Version Management

Inventory Planning

Demand Forecasting

Machine Centre Management

Capacity Planning

Finite Loading

Production Bill of Materials

Production Scheduling

Supply Planning
Modes of Manufacturing for Business CentralI tend to think of manufacturing ERP projects in terms of the mode of manufacturing being used. There are different definitions from different organizations (mainly APICS) but these are the ones I tend to see and my take on how good Business Central for manufacturing is for these modes.Engineer to Order – ETOThis is my favorite. I worked at an ETO for a few years before starting my own business. Dynamics Business Central for Manufacturing includes a really powerful project accounting module called Jobs. Since ETO manufacturers are really project manufacturers, this jobs module is a solid foundation. There are a few additional addons that I strongly recommend (including one that we created) to make the fit even better.Overall – Business Central for ETO is really good.Make to Order and Make to Stock – Production ManufacturingMake to Order and Make to Stock are usually two separate modes of manufacturing (and they are) but I combine them into one mode I call Production Manufacturing. The out of the box manufacturing modules that are part of Business Central Premium work great for these businesses. Many of them also want the addins that I list below – which are great extra features.Job ShopsJob shops tend to come in the biggest variety and tend to actually not fit that well into either ETO or Production Manufacturing. I’d want to see the Job Shop to see whether it’s more of a micro-production shop (very common – I call these “repetitive job shops”) or whether it’s more of a custom mini-project manufacturer like a light ETO.These businesses vary a lot in what they make. A food co-packer is technically a job shop. So is a welding service business, a small machine shop etc…Whatever the case, it is a good fit for Dynamics Business Central for manufacturing.Process ManufacturingProcess Manufacturing is usually related to making one of the following:

Cosmetics

Chemicals

Nutraceuticals

Pharmaceuticals

Food manufacturing
Process manufacturing needs some heavy duty addons for Business Central to work properly. This is outside my comfort zone to be honest. The regulations and batch manufacturing processes are really unique. I have a few colleagues that I send these kinds of prospects to. Those addons for Business Central are extremely good, and handle this industry very, very well.Graphics Arts ManufacturingPrint Manufacturing is it’s own sub-type, really a form of either Job Shop or Production Manufacturing depending on what they make. These businesses don’t work as well out of the box with Dynamics Business Central for Manufacturing. They usually fall into these categories.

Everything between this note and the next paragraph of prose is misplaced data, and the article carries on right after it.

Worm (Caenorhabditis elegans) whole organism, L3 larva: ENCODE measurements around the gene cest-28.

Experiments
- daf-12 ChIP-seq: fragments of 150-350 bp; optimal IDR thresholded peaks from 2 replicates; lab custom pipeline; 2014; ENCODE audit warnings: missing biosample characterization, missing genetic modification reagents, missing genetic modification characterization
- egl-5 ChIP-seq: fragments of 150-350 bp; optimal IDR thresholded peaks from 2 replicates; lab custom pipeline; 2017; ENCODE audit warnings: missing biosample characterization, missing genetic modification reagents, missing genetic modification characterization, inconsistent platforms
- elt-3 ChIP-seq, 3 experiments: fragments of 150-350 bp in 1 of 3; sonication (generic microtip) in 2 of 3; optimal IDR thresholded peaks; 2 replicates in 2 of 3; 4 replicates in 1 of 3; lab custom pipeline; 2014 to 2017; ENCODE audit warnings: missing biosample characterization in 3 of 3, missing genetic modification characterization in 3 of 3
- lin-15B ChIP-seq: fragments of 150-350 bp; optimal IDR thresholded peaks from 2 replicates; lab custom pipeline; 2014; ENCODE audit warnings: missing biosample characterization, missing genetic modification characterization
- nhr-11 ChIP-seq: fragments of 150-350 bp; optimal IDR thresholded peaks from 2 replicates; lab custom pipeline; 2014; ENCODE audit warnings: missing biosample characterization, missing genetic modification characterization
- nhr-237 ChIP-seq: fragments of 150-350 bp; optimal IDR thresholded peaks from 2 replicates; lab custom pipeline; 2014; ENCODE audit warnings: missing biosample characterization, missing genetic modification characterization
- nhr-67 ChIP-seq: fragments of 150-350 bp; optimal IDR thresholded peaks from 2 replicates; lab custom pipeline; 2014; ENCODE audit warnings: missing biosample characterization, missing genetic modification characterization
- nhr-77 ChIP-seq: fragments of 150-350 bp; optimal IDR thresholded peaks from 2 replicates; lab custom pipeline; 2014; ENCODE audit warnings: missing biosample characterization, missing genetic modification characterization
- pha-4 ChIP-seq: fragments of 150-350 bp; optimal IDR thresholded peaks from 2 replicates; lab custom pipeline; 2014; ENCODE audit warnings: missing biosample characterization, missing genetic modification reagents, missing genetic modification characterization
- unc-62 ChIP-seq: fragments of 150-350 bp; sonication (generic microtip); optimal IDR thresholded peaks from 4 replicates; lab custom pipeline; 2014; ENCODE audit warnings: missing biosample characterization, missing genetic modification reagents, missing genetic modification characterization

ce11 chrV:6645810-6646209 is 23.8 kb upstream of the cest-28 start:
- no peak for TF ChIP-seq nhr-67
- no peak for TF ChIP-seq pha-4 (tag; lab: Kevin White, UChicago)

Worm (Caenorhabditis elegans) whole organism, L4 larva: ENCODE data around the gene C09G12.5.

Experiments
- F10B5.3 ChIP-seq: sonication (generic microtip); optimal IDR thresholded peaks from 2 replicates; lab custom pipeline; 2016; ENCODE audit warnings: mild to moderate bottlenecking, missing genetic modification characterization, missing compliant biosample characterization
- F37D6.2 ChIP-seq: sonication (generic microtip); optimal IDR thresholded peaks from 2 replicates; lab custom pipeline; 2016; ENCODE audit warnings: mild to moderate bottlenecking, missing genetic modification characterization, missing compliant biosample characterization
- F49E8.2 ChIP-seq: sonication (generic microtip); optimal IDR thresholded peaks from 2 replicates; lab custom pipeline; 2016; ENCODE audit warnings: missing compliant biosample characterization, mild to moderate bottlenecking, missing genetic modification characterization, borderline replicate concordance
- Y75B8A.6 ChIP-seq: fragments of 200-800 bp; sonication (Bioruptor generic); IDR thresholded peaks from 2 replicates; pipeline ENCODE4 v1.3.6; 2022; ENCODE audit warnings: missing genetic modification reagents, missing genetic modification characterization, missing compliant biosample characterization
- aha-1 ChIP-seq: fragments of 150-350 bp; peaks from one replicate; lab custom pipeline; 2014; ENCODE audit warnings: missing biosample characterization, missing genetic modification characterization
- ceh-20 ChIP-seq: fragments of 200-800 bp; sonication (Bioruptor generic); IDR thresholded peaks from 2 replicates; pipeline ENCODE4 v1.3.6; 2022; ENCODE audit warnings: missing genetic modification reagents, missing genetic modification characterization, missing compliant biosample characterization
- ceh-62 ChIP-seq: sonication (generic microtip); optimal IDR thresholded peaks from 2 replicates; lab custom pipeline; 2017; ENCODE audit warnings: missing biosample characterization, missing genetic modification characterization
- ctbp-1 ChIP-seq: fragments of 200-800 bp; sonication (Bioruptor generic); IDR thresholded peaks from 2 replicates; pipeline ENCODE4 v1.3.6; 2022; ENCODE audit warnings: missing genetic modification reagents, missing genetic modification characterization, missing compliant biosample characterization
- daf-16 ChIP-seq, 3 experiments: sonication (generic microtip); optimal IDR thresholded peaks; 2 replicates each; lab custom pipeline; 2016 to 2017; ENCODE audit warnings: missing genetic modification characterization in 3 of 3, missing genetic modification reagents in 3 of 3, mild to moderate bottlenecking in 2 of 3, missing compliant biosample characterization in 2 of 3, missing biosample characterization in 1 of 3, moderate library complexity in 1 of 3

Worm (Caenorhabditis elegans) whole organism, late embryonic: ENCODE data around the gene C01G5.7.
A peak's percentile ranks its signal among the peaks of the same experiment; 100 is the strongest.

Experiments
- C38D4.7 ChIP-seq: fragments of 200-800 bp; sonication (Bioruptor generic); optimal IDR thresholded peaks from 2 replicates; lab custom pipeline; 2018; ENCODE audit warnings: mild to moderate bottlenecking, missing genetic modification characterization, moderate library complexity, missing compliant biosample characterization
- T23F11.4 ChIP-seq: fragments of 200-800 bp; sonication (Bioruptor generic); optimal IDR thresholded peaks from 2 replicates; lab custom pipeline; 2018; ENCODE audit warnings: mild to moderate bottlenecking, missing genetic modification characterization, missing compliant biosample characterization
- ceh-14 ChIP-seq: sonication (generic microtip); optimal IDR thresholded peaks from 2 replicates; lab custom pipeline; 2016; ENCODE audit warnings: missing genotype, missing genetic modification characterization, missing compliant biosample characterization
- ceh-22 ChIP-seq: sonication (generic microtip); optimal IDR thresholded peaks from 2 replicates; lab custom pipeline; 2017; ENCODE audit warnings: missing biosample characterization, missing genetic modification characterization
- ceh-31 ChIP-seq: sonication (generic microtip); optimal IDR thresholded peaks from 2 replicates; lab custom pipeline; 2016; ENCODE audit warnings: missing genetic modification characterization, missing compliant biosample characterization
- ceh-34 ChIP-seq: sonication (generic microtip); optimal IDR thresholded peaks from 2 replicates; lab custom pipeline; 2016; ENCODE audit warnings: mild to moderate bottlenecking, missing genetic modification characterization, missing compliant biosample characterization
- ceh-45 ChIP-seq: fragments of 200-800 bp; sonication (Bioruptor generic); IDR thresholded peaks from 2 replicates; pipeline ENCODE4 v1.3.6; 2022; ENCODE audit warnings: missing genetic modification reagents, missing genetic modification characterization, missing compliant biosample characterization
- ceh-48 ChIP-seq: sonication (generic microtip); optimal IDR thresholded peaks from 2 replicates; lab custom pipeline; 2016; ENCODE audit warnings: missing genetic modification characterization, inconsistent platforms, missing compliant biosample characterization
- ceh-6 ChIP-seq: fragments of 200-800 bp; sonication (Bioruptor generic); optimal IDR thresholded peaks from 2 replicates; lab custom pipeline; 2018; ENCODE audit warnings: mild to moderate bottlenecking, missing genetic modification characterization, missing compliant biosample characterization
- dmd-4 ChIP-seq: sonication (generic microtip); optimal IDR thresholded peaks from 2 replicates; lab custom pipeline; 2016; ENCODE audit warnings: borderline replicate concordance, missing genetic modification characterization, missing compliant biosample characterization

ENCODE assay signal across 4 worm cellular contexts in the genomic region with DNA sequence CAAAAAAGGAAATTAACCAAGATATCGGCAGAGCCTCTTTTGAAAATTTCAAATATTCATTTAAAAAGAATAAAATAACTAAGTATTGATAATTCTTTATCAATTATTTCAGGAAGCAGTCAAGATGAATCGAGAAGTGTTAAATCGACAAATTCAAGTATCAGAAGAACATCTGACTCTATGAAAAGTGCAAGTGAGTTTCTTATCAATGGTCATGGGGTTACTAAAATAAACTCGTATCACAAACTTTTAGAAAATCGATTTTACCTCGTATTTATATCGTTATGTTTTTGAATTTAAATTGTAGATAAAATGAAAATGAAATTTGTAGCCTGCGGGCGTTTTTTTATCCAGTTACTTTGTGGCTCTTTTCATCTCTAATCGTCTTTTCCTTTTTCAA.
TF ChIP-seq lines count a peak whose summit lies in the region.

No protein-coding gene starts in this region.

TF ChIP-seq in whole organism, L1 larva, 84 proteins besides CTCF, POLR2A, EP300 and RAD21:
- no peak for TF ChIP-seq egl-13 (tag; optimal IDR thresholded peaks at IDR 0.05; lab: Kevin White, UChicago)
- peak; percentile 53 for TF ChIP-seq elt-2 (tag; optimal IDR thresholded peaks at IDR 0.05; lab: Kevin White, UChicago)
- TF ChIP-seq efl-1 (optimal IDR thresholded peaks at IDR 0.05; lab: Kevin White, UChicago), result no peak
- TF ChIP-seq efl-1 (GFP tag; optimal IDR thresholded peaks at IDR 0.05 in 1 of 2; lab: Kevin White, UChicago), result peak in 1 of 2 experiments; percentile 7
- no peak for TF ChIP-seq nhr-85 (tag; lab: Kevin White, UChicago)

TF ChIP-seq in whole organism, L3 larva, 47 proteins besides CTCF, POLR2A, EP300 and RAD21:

Commercial Print (magazines, business carts, posters, flyers etc. – a real Job Shop)

Folding Cartons (think a toothpaste box, or cereal box. Can be production or Job Shop)

Flexible Packaging (these companies make the plastic bags you get consumer goods in)

Labels (could be a wine bottle label, or a shampoo bottle, or your aspirin).

Wide Format (think huge banners, giant photographs on walls in a mall etc.)
This mode of manufacturing has a really great addon for Business Central called PrintVis. PrintVis is a Print manufacturing MIS software addon that turns Business Central into arguably the best Print MIS in the market.Add-ins Recommended by MeMy team has reviewed many addon solutions since we started working with Business Central for manufacturing. Here are our top choices:InsightWorks Shop Floor Insights (SFI)This is a manufacturing execution system for collecting job costing data (time), production reporting and materials use in real time. Comes with a nifty scheduling tool also.InsightWorks Warehouse Insights (WHI)This product is my favorite wireless barcoding solution for warehouse management. It runs on most of major brands of wireless devices used in warehouses today. I think it’s a great mid-level warehouse management solution.Netronic Visual Production SchedulerFor those who need a a graphical drag and drop scheduler, Netronic is the industry standard for Business Central. Their Visual Production Scheduler is more or less for visualizing and manually editing the schedule. The Advanced Production Scheduler is more robust and will do best fit scheduling.ConclusionWe’ve taken a look at using Dynamics Business Central for manufacturing in this article. I’ve had the opportunity to oversee the implementation of this system in more than 50 companies, and so far, so good. For that SMB manufacturer with 20 employees who work in the office and 60 that work in the shop – this is a great system. We’ve got a few customers with 500+ total employees using it very successfully. We also have a few with 10 total employees, and they are able to make it work.If you are a manufacturing company that is in the small or medium market (again – less than 250 computers) looking for ERP I strongly suggest you look at Microsoft Dynamics. I can confidently say that as an ERP Dynamics Business Central for manufacturing is a great fit.